Global spare oil inventories tightened over the last two months, a US government report said, which could lend the Obama administration some support if it decides to tap emergency oil reserves as the West applies sanctions on Iran.
World crude inventories in countries other than Iran fell about 1.2 million barrels per day in July and August, due mostly to a seasonal peak in demand, said the report by the Energy Information Administration.
The report, required by the Iran sanctions law Obama signed last year, is published every two months by the Energy Information Administration.
The draw was smaller than a 1.6 million-bpd dip seen last year in the same time period. But any drop in supplies due to demand, in addition to a sharp decline in Iranian oil sales because of the sanctions, could give the Obama administration support to tap emergency oil reserves.
Stubbornly high oil prices of around $113 a barrel in the Brent futures market have left the administration wondering whether it should take action to give consumers relief.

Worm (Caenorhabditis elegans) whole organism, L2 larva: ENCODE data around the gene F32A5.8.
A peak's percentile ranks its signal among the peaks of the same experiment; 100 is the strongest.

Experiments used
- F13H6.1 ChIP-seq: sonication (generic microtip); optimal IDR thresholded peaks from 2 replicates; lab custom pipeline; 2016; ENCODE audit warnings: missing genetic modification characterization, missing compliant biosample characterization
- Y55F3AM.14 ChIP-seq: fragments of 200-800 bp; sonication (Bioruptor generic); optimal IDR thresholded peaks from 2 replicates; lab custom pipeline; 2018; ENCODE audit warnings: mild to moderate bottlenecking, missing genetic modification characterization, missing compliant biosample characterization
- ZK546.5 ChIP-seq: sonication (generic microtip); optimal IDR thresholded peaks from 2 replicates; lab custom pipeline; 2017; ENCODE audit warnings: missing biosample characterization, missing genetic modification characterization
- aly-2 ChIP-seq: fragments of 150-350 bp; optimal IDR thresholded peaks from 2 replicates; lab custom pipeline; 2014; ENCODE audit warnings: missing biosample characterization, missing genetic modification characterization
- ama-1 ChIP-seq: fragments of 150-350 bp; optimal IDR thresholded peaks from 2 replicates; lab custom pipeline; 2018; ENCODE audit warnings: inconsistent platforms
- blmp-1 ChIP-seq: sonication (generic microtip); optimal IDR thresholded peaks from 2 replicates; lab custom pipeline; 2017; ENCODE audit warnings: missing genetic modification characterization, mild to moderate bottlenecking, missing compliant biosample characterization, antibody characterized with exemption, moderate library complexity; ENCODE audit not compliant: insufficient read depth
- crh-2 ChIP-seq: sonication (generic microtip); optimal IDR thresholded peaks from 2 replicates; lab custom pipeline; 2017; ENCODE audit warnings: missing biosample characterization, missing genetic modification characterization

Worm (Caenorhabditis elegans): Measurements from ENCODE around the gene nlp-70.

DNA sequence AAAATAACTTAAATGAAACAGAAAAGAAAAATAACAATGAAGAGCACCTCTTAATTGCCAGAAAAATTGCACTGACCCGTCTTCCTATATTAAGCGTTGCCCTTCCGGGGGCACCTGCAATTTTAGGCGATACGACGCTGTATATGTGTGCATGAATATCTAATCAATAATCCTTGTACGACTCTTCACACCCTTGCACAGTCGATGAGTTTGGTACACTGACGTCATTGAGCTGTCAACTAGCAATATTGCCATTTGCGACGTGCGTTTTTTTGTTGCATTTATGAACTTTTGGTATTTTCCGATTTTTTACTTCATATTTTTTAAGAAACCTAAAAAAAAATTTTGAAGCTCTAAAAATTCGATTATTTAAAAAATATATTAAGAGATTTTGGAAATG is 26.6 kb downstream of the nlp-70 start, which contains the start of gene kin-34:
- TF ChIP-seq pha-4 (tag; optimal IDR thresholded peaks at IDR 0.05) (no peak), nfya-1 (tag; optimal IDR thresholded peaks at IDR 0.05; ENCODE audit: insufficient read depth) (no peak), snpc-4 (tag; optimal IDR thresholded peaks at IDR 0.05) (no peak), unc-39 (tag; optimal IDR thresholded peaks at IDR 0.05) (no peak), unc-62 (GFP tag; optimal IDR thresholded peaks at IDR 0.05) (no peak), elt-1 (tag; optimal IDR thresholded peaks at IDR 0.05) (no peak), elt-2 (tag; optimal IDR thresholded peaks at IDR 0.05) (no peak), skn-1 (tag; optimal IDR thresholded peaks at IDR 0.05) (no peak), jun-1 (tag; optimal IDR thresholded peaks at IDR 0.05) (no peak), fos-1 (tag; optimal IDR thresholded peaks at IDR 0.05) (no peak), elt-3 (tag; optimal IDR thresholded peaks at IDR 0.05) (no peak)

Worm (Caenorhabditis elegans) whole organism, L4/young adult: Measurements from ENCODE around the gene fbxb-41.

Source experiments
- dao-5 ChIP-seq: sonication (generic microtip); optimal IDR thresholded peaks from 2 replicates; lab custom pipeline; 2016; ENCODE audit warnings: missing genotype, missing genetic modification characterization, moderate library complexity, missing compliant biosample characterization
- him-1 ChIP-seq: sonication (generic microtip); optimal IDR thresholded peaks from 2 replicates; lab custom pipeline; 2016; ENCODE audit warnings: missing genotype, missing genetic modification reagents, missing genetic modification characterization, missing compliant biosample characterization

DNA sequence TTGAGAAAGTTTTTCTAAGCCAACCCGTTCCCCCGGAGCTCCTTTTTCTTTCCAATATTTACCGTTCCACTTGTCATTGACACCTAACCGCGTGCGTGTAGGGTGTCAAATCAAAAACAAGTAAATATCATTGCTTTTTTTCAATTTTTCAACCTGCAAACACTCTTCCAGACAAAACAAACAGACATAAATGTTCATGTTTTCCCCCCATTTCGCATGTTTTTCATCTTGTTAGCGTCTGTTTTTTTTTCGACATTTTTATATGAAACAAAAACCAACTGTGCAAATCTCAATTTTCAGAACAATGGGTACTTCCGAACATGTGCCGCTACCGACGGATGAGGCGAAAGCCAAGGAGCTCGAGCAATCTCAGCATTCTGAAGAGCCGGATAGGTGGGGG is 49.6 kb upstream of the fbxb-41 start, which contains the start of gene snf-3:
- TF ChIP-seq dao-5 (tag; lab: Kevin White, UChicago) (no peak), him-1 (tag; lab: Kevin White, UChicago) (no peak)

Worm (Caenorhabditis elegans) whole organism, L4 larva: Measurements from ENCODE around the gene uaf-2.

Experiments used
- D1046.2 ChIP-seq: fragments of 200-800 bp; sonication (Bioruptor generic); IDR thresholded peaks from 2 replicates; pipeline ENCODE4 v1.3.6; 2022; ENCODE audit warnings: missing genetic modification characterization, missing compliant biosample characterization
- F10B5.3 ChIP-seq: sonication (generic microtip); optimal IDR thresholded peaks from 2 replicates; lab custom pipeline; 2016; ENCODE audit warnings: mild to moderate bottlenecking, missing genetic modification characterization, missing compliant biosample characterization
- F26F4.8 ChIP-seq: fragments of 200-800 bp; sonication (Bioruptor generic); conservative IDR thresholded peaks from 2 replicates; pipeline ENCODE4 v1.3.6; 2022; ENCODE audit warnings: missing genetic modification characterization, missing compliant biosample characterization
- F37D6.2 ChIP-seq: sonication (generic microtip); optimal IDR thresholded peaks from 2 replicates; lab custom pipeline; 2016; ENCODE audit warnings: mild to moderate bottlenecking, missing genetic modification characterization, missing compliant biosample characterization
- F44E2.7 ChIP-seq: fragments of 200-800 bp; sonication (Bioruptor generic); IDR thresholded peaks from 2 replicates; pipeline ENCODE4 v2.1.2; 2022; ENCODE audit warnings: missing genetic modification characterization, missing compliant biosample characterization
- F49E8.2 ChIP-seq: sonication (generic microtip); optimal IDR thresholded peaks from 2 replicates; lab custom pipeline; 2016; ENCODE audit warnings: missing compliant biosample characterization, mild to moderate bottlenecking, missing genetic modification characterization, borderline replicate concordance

The White House has dusted off old plans for a potential release of emergency oil reserves as tension over Iran helps keep crude prices high.
But the head of the International Energy Agency, which is charged with co-ordinating use of consumer nation’s strategic reserves, said last week there is no reason for a release right now as markets are “sufficiently supplied.”
The EIA said on Friday global spare production capacity was “relatively tight by historical standards” at 2.4 million bpd, steady with the last report.
Global inventories fell even as Saudi produced oil in July and August at a rate that was 900,000 bpd higher than its average rate over the last three years, the EIA said.
The Opec powerhouse is producing at higher rates as output in its rival Iran gets hit by sanctions on both sides of the Atlantic.
Obama has even more flexibility for enforcing sanctions after he signed a new law on August 10 allowing consuming countries to avoid the penalties through a combination of forcing down prices of their Iranian crude purchases and cutting their volumes of the purchases, a Capitol Hill aide said.